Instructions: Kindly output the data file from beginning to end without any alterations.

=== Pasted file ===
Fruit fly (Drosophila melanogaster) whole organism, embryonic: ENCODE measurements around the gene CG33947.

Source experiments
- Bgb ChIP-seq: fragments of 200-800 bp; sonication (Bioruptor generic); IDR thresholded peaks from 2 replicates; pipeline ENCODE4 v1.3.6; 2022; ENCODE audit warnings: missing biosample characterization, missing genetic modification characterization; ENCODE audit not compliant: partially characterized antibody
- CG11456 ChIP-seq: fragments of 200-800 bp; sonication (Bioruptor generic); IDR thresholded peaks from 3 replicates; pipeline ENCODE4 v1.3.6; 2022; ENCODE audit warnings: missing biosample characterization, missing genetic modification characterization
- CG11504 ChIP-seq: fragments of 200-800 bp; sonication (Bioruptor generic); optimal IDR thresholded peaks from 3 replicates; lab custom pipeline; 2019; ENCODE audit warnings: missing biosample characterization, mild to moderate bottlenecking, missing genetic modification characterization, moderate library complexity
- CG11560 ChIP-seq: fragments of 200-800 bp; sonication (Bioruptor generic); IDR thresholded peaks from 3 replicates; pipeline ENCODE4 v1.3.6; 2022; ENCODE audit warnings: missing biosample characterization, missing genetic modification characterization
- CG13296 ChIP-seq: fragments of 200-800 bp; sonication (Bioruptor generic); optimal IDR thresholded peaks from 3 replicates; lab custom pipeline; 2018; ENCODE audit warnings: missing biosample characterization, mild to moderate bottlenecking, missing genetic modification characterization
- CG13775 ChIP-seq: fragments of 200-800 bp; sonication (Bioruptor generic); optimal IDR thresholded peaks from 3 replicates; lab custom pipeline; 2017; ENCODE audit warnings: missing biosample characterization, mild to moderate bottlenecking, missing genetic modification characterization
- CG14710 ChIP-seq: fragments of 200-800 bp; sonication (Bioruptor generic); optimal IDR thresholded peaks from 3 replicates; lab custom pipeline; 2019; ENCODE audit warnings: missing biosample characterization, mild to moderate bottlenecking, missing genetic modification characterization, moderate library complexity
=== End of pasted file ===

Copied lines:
Fruit fly (Drosophila melanogaster) whole organism, embryonic: ENCODE measurements around the gene CG33947.

Source experiments
- Bgb ChIP-seq: fragments of 200-800 bp; sonication (Bioruptor generic); IDR thresholded peaks from 2 replicates; pipeline ENCODE4 v1.3.6; 2022; ENCODE audit warnings: missing biosample characterization, missing genetic modification characterization; ENCODE audit not compliant: partially characterized antibody
- CG11456 ChIP-seq: fragments of 200-800 bp; sonication (Bioruptor generic); IDR thresholded peaks from 3 replicates; pipeline ENCODE4 v1.3.6; 2022; ENCODE audit warnings: missing biosample characterization, missing genetic modification characterization
- CG11504 ChIP-seq: fragments of 200-800 bp; sonication (Bioruptor generic); optimal IDR thresholded peaks from 3 replicates; lab custom pipeline; 2019; ENCODE audit warnings: missing biosample characterization, mild to moderate bottlenecking, missing genetic modification characterization, moderate library complexity
- CG11560 ChIP-seq: fragments of 200-800 bp; sonication (Bioruptor generic); IDR thresholded peaks from 3 replicates; pipeline ENCODE4 v1.3.6; 2022; ENCODE audit warnings: missing biosample characterization, missing genetic modification characterization
- CG13296 ChIP-seq: fragments of 200-800 bp; sonication (Bioruptor generic); optimal IDR thresholded peaks from 3 replicates; lab custom pipeline; 2018; ENCODE audit warnings: missing biosample characterization, mild to moderate bottlenecking, missing genetic modification characterization
- CG13775 ChIP-seq: fragments of 200-800 bp; sonication (Bioruptor generic); optimal IDR thresholded peaks from 3 replicates; lab custom pipeline; 2017; ENCODE audit warnings: missing biosample characterization, mild to moderate bottlenecking, missing genetic modification characterization
- CG14710 ChIP-seq: fragments of 200-800 bp; sonication (Bioruptor generic); optimal IDR thresholded peaks from 3 replicates; lab custom pipeline; 2019; ENCODE audit warnings: missing biosample characterization, mild to moderate bottlenecking, missing genetic modification characterization, moderate library complexity